Environmental and wildlife crime appear recently to be benefitting from an increasing profile amongst those agencies tasked with their control, as well as receiving growing criminological attention. Despite this, those with responsibilities in this area report that it remains marginalised, receiving limited resources and suffering from a lack of political impetus to push such problems higher up the agenda. This is particularly so for those agencies, such as the police, that may be seen to have many more pressing objectives. This discussion paper considers the problems of relying on an enforcement approach to controlling such offences, taking, as an example, those activities that may be termed ‘wildlife crime’, focusing on the situation in England and Wales. Firstly, the legislative framework that criminalises harm or exploitation of wildlife is presented, alongside the main enforcement methods used. Next, the problems facing an enforcement approach are critically considered, the key issues being: under-resourcing and marginalisation, the large ‘dark-figure’ of wildlife crime, the possibility of corruption, the lack of seriousness with which such crimes are viewed, and the lack of deterrent effect. Finally, responses to the problems of enforcement are presented, categorised as either methods to improve enforcement or, as the author advocates, methods which are alternatives to enforcement (such as adopting a crime prevention approach). The paper concludes with suggestions for future research in this field.
This is a preview of subscription content, access via your institution.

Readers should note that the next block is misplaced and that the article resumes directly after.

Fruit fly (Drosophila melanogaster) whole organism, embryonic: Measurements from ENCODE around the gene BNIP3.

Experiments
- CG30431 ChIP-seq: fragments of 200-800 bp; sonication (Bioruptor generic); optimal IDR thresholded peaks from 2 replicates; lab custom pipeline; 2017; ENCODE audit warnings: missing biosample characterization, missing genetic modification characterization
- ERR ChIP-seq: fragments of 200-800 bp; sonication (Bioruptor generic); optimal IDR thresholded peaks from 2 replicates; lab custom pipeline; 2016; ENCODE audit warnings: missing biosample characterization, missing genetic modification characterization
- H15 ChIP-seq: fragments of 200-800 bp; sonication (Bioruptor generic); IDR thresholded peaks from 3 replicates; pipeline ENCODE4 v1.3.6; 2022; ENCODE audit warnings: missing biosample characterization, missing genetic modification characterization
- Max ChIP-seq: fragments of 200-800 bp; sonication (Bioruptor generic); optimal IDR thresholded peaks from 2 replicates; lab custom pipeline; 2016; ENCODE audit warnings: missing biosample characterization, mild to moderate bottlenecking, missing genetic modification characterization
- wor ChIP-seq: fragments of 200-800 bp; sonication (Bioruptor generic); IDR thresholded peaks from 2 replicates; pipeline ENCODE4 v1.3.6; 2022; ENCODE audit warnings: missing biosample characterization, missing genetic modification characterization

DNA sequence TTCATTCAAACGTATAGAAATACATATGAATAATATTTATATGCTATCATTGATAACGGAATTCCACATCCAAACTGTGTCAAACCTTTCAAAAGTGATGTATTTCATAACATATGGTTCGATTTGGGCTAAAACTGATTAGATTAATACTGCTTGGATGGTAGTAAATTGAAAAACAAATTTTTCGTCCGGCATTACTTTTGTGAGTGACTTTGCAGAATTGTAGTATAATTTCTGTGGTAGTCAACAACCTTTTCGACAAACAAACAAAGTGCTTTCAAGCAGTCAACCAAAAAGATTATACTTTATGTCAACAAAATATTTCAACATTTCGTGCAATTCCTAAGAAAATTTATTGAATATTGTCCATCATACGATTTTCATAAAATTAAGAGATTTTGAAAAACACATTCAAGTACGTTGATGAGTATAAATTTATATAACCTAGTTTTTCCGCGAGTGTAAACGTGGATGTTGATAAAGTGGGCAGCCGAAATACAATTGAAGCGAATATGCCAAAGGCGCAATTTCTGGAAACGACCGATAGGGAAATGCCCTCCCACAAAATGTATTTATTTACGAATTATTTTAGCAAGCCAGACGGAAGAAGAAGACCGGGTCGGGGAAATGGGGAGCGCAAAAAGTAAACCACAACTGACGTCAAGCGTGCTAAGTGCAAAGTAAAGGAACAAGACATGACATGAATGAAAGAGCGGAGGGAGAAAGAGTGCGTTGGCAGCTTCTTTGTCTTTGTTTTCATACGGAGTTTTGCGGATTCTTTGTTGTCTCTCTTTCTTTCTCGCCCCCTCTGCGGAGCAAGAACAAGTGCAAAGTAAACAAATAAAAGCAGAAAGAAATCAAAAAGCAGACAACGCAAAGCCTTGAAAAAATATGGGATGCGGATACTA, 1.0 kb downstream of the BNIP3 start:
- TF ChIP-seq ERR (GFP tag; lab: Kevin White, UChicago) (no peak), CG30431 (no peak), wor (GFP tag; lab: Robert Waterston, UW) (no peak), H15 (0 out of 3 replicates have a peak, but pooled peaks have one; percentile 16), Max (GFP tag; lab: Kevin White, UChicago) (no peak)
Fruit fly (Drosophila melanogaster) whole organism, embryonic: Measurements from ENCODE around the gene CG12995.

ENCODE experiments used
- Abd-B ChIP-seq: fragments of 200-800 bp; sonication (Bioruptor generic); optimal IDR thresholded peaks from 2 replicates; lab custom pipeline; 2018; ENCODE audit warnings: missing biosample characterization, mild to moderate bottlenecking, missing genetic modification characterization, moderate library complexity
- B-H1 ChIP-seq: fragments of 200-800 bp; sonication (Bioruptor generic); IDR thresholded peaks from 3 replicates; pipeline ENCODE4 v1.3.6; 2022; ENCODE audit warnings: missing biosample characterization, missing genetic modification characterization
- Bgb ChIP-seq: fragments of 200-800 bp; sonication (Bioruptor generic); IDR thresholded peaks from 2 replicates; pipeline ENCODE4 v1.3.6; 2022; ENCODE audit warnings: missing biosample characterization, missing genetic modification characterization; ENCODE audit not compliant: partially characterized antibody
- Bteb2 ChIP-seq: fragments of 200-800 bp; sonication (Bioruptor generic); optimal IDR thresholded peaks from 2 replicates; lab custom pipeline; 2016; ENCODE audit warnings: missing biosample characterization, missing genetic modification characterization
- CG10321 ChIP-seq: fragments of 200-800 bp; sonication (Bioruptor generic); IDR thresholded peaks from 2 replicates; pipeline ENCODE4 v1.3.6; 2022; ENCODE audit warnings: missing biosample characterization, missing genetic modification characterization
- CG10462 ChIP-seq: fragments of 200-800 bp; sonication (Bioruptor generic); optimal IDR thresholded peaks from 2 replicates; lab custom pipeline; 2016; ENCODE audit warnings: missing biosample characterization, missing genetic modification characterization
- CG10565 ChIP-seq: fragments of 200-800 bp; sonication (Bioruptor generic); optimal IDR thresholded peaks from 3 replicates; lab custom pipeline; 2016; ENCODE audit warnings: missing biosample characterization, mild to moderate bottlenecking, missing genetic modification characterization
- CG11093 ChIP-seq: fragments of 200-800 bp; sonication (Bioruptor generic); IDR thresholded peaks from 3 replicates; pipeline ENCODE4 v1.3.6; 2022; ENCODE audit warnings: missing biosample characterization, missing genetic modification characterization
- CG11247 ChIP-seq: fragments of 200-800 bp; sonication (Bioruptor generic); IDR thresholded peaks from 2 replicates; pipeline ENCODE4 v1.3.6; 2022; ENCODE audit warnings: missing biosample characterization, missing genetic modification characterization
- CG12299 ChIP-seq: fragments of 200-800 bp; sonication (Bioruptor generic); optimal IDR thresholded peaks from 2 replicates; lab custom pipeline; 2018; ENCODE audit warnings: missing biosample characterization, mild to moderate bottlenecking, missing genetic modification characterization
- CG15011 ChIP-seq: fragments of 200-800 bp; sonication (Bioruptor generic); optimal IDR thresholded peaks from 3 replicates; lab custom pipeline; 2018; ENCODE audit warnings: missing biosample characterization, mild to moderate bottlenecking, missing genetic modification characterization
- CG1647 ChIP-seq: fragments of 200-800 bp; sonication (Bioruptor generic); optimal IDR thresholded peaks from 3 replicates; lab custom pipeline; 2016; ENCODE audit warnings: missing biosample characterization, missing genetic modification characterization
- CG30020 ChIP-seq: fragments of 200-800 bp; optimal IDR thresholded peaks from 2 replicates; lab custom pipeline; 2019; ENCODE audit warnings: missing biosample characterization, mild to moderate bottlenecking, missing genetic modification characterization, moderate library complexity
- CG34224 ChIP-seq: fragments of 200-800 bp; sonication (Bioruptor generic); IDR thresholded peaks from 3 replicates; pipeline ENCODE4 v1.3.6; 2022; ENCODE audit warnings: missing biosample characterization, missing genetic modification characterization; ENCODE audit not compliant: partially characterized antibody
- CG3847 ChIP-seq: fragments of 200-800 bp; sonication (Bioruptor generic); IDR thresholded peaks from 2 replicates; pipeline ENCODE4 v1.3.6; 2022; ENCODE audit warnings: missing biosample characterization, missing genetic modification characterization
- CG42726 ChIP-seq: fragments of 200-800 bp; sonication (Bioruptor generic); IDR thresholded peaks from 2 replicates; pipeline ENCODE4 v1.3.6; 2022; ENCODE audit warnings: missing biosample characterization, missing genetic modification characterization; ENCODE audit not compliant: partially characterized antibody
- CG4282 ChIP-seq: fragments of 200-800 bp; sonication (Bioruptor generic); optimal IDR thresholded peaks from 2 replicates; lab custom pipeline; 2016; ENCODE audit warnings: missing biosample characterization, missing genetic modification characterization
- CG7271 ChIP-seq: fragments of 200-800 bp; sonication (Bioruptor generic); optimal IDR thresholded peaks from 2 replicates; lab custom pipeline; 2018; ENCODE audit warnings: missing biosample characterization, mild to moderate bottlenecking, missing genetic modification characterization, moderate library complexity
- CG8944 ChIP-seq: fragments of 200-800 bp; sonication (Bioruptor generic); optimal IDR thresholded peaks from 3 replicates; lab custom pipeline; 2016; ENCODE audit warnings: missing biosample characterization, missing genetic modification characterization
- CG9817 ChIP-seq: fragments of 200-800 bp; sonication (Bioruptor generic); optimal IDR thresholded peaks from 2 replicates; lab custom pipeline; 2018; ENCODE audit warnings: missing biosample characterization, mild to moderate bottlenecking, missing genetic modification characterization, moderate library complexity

Buy single article
Instant access to the full article PDF.
Price excludes VAT (USA)
Tax calculation will be finalised during checkout.
The use of the differing terminologies for the study of harm to the environment and animals other than humans by criminologists has not yet been resolved. All the key terms have their weaknesses, but for the purposes of this paper the term eco-criminology will be used, with due recognition of the equivocal nature of such labels
Another contentious term, writers in this field have found a need to distinguish human animals and nonhuman animals, but have not identified a satisfactory nonspeciesist label. Referring to nonhuman or animals other than humans, tends to raise the importance of humans over other animal species (see, e.g., Beirne 1999), thus there is a tendency to fall back on the more common use of ‘animals’ to exclude humans, which will be adopted for the remainder of this paper.
See, for example, discussions regarding the recently held St Petersburg Tiger Summit and the Global Tiger Initiative, which includes partner organisations such as the World Bank, the Smithsonian Institute and Save the Tiger Fund (www.globaltigerinitative.org)